What is it about Truth that frightens us all or, more correctly, what about Truth is dangerous to us all.  Take the example of the myth of Semele, the human lover of Zeus, Chief of the Gods, when she begs to see him in all his wonder.  He tries to talk her out of it but she insists.  When he does appear to her in his glory, she is incinerated by the strength and heat of his power.

That’s the poet’s point.  Mankind cannot withstand the strength of Truth but we must learn it “gradually.” Truth’s “superb surprise” is superior to mankind’s ability to conceive of pure Truth.  In the poet’s consideration, Truth is so powerful a force that it would “dazzle” us with the brilliance of its light and would leave us “blind”.

So, she suggests that writers water down the basic Truths inherent in everyone’s life by telling it “slant” or at an angle.  In essence, all writers transform their own hard-earned Truths (good and bad alike) into something made of fragile words so that another human being can catch a glimpse of the brilliant strength of Truth, “or every man be blind.”

So, as you read through our Journal, remember that, while we are all considered artists/writers, we are all separate human beings with our brains stuffed with memories just waiting to burst forth into print. May our readings help us to realize the wonderful “slanted” approach each of us uses to avoid the ultimate Truth, “the whole Truth, and nothing but the Truth.”

Table of Contents – Winter 2020-21 Issue

(Click title to read selection.
Author’s biography at end of contribution)

My Soul is Local

A Poem by Paul Teese

How the outdoor world feeds the soul.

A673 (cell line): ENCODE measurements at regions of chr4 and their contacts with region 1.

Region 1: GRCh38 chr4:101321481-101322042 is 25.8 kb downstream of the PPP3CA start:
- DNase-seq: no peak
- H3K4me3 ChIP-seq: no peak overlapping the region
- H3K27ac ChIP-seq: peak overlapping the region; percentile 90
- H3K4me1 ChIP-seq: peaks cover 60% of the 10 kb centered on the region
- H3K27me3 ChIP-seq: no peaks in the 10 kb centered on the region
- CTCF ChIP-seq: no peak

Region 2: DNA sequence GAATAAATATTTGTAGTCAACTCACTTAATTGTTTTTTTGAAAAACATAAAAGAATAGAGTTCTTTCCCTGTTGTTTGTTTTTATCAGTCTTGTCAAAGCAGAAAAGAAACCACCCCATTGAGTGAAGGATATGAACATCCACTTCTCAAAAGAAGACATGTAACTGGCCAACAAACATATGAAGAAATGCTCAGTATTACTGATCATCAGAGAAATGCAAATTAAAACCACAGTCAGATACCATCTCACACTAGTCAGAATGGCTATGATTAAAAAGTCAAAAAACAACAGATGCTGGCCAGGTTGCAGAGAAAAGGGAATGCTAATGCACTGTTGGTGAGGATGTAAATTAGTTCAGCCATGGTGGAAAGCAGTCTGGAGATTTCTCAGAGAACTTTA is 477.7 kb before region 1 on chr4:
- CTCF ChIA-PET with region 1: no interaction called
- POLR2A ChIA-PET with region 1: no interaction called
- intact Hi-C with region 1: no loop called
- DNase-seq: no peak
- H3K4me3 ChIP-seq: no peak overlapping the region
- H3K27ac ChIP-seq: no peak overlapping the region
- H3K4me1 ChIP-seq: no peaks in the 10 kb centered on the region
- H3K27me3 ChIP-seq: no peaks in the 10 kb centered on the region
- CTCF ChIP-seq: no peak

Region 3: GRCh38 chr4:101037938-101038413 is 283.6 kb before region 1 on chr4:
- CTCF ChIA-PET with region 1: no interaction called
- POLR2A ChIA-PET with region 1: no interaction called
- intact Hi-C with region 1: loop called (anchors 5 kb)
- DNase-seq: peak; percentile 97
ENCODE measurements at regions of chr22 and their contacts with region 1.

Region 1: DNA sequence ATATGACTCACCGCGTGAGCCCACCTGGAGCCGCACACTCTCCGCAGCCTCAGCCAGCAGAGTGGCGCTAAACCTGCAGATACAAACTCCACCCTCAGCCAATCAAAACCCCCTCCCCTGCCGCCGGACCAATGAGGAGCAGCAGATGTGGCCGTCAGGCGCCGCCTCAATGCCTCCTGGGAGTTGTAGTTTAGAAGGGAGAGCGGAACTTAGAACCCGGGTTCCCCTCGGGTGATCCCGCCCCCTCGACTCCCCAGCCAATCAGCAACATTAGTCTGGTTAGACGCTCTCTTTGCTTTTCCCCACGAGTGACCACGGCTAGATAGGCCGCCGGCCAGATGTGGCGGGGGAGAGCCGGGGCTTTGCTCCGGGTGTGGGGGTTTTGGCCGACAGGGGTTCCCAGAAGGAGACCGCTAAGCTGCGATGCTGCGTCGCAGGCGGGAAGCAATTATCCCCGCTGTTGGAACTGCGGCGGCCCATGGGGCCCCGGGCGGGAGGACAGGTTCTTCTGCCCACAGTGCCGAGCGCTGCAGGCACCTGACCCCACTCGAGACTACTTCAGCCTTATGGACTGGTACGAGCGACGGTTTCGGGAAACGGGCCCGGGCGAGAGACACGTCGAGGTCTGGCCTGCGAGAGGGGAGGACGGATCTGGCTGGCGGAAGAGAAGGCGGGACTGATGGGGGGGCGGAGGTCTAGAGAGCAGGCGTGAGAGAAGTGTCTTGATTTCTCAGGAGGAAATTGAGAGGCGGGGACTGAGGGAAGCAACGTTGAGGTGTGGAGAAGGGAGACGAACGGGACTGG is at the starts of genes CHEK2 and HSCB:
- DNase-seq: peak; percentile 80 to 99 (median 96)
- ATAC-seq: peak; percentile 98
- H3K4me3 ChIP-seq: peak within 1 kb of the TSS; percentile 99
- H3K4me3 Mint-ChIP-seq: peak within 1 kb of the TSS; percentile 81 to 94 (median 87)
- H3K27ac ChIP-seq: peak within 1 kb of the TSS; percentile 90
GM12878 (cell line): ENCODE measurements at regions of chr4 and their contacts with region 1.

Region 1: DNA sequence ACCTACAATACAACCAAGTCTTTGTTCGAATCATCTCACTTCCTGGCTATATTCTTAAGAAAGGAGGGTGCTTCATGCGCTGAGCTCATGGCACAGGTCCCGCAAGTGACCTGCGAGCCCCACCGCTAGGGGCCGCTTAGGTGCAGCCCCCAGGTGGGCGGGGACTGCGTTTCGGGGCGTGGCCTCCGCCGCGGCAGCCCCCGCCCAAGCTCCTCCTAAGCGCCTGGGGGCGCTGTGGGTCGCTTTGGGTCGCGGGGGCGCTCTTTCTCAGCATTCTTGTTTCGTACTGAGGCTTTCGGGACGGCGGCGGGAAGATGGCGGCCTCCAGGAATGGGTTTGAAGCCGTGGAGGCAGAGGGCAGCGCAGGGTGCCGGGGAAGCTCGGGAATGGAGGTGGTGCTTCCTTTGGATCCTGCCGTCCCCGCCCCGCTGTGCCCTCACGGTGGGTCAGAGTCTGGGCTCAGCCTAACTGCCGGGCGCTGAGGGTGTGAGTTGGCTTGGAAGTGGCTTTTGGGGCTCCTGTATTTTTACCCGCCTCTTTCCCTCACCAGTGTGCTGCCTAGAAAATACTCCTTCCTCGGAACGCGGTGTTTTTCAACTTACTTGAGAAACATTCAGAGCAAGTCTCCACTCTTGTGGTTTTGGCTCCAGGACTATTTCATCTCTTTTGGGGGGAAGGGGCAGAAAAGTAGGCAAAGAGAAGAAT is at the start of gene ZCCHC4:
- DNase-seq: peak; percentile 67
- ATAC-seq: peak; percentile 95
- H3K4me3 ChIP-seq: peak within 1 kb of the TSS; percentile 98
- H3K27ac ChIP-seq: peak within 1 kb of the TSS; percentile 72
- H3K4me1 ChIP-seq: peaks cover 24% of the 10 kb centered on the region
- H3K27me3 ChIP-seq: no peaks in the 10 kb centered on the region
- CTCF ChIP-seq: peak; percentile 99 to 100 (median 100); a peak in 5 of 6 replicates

Golden Arches

Flash Fiction by Susan E. Wagner

A mother describes the troubled life of her addict son,
and life in the aftermath of his death.

Needs Must

A Short Story by Robert Moulthorp

Monologue, then dialogue of a woman
telling her boyfriend their relationship is over.

 Day 38

A Memoir by Karen Edwards

Running on a prayer during her mother’s final days.

 Naïve

A Poem by David Werrett

The writer’s beliefs may seem naïve,
but he avers that they are true.

My Friend Alex

A Memoir by John A. McCabe

Memories of a bold-spirited friend,
cut down during the Vietnam War.

Sideways

A Poem by Rebecca L. Manoogian

How the degrees of “slant” in the sunshine
affects mood and outlook.

 The Slant

A Short Story by Joel Mendez

A spy considers the many faces of truth he must show
as he starts his new career and complicated life.
This is a standalone short story based on
the author’s upcoming first novel, “The Casualties.”

 Doggie Straits

A Poem by Jennifer Klepsch

A pet injury, twisted truth, and whose story to believe?

 Lydwyna the Spinster and the Scar

A Short Story by Anne K. Kaler

The magic that transforms two people’s troubles by exchanging them.

How to Get a Covid Vaccine

A Short Story by Linda C. Wisniewski

Steps that tell a “what if” scenario
of someone trying to “jump the line.”

Sea Glass

A Memoir by Doreen Frick

Repurposing skills in life – car repairing
or turning sea glass into jewelry.

I Call Myself a Writer

A Poem by Karen Edwards

Reasons why the author calls herself a writer.

Why Am I Doing This?

A Memoir by Scott Ocamb

Trusting a friend’s directions leads to precisely
where this motorcyclist doesn’t want to go.

Waves

A Short Story by Bob McCrillis

A grandfather discusses the meaning of
watching waves with his granddaughter.

Fulfilling My Dream to Help People In Need

A Memoir by Chandra Misra

Finally realizing the dream of a career in medicine later in life.

Dead Animal

A Memoir by Scott Ocamb

A fearless mother helps her terrified third-grader
handle the corpse of an animal in a gentle way.

Why Did You Do It?
A Memoir by David Werrett